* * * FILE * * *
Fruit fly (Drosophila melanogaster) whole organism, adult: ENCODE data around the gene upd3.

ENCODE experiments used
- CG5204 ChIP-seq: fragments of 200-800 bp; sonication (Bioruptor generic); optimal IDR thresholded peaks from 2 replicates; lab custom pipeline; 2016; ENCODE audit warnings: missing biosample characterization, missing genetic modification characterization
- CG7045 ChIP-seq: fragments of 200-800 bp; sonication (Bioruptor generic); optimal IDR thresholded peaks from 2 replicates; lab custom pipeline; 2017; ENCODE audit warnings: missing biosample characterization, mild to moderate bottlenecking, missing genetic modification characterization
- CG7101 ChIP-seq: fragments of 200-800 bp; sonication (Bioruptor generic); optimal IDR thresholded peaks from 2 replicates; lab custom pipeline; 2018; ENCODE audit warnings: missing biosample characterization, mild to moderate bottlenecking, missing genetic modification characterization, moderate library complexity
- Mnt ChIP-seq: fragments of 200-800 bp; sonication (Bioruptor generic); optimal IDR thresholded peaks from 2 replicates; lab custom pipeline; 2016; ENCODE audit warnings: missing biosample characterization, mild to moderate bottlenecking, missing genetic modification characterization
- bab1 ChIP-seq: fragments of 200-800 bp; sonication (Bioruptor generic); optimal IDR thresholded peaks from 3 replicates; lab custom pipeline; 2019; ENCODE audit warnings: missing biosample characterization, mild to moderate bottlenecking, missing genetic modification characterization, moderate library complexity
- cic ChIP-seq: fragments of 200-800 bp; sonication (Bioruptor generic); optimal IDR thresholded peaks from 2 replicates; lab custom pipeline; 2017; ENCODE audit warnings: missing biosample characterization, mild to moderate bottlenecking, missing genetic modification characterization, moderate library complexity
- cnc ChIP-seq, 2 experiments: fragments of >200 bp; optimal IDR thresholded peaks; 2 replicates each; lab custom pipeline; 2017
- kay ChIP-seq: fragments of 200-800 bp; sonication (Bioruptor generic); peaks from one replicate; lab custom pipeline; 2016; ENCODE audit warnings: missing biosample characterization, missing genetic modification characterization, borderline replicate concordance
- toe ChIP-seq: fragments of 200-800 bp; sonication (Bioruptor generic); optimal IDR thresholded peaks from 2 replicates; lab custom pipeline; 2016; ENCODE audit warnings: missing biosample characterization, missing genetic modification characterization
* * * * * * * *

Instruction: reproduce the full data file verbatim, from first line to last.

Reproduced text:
Fruit fly (Drosophila melanogaster) whole organism, adult: ENCODE data around the gene upd3.

ENCODE experiments used
- CG5204 ChIP-seq: fragments of 200-800 bp; sonication (Bioruptor generic); optimal IDR thresholded peaks from 2 replicates; lab custom pipeline; 2016; ENCODE audit warnings: missing biosample characterization, missing genetic modification characterization
- CG7045 ChIP-seq: fragments of 200-800 bp; sonication (Bioruptor generic); optimal IDR thresholded peaks from 2 replicates; lab custom pipeline; 2017; ENCODE audit warnings: missing biosample characterization, mild to moderate bottlenecking, missing genetic modification characterization
- CG7101 ChIP-seq: fragments of 200-800 bp; sonication (Bioruptor generic); optimal IDR thresholded peaks from 2 replicates; lab custom pipeline; 2018; ENCODE audit warnings: missing biosample characterization, mild to moderate bottlenecking, missing genetic modification characterization, moderate library complexity
- Mnt ChIP-seq: fragments of 200-800 bp; sonication (Bioruptor generic); optimal IDR thresholded peaks from 2 replicates; lab custom pipeline; 2016; ENCODE audit warnings: missing biosample characterization, mild to moderate bottlenecking, missing genetic modification characterization
- bab1 ChIP-seq: fragments of 200-800 bp; sonication (Bioruptor generic); optimal IDR thresholded peaks from 3 replicates; lab custom pipeline; 2019; ENCODE audit warnings: missing biosample characterization, mild to moderate bottlenecking, missing genetic modification characterization, moderate library complexity
- cic ChIP-seq: fragments of 200-800 bp; sonication (Bioruptor generic); optimal IDR thresholded peaks from 2 replicates; lab custom pipeline; 2017; ENCODE audit warnings: missing biosample characterization, mild to moderate bottlenecking, missing genetic modification characterization, moderate library complexity
- cnc ChIP-seq, 2 experiments: fragments of >200 bp; optimal IDR thresholded peaks; 2 replicates each; lab custom pipeline; 2017
- kay ChIP-seq: fragments of 200-800 bp; sonication (Bioruptor generic); peaks from one replicate; lab custom pipeline; 2016; ENCODE audit warnings: missing biosample characterization, missing genetic modification characterization, borderline replicate concordance
- toe ChIP-seq: fragments of 200-800 bp; sonication (Bioruptor generic); optimal IDR thresholded peaks from 2 replicates; lab custom pipeline; 2016; ENCODE audit warnings: missing biosample characterization, missing genetic modification characterization